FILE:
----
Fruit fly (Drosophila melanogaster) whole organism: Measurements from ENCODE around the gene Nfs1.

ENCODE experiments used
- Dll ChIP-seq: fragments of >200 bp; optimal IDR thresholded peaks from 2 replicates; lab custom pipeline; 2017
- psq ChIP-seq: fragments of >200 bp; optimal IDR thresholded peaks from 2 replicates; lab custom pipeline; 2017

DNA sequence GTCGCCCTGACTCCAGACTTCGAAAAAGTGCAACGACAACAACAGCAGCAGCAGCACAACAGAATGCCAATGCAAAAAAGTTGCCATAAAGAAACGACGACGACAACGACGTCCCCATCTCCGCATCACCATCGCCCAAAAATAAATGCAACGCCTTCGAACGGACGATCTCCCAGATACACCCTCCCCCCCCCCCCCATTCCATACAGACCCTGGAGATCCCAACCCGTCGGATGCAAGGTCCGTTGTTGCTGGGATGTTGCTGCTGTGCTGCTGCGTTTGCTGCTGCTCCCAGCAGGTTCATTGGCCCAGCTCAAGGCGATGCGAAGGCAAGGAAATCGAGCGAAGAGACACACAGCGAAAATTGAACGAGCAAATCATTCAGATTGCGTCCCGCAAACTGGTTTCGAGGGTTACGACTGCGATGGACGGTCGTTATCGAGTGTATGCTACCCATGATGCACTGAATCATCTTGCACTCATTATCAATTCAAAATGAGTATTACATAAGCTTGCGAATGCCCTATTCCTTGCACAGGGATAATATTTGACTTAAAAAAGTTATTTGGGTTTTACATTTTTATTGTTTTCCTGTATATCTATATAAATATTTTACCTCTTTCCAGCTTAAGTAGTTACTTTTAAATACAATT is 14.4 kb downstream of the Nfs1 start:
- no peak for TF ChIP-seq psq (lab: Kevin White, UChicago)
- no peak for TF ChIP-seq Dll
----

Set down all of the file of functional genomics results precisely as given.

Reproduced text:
Fruit fly (Drosophila melanogaster) whole organism: Measurements from ENCODE around the gene Nfs1.

ENCODE experiments used
- Dll ChIP-seq: fragments of >200 bp; optimal IDR thresholded peaks from 2 replicates; lab custom pipeline; 2017
- psq ChIP-seq: fragments of >200 bp; optimal IDR thresholded peaks from 2 replicates; lab custom pipeline; 2017

DNA sequence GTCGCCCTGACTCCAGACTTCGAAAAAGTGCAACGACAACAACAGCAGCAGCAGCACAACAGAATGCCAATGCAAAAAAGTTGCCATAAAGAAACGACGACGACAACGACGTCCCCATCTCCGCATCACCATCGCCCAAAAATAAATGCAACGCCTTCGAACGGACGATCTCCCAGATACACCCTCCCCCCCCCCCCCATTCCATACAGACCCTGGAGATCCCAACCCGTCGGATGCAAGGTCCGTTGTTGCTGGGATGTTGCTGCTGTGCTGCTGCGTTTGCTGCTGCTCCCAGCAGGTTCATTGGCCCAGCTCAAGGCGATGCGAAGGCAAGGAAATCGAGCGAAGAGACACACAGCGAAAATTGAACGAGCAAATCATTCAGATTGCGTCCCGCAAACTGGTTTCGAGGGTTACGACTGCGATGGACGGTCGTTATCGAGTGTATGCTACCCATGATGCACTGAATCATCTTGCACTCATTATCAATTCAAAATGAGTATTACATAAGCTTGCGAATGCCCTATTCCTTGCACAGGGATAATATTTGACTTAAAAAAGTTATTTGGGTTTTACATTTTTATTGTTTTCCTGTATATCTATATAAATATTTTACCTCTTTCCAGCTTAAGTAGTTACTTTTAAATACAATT is 14.4 kb downstream of the Nfs1 start:
- no peak for TF ChIP-seq psq (lab: Kevin White, UChicago)
- no peak for TF ChIP-seq Dll